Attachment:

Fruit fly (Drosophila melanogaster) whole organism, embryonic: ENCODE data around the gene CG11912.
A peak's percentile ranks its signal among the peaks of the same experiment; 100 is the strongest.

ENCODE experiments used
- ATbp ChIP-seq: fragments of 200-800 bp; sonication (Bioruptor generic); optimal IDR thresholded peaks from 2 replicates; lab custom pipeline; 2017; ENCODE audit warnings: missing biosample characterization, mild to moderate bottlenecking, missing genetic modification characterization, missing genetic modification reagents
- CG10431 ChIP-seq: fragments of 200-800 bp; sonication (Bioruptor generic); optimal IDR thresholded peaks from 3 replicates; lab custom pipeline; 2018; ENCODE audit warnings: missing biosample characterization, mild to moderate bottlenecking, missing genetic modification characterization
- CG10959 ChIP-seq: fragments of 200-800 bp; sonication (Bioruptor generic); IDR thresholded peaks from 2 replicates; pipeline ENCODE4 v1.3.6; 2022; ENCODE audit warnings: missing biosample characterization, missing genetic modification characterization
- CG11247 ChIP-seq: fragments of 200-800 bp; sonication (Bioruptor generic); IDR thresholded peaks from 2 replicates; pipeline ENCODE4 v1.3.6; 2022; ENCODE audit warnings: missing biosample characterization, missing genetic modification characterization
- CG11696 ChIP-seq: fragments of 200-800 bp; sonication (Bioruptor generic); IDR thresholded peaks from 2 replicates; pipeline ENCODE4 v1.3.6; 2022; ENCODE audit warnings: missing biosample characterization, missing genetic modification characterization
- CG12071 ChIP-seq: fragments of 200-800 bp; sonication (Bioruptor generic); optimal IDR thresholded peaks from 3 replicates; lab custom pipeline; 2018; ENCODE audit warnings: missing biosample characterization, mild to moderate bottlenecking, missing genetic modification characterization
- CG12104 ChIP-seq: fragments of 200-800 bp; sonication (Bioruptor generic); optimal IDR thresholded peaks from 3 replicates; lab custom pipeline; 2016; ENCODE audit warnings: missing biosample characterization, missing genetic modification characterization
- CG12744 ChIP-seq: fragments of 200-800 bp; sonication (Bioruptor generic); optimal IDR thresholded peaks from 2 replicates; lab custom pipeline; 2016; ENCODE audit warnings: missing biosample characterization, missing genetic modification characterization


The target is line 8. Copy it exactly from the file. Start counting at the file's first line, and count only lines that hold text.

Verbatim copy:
- CG11696 ChIP-seq: fragments of 200-800 bp; sonication (Bioruptor generic); IDR thresholded peaks from 2 replicates; pipeline ENCODE4 v1.3.6; 2022; ENCODE audit warnings: missing biosample characterization, missing genetic modification characterization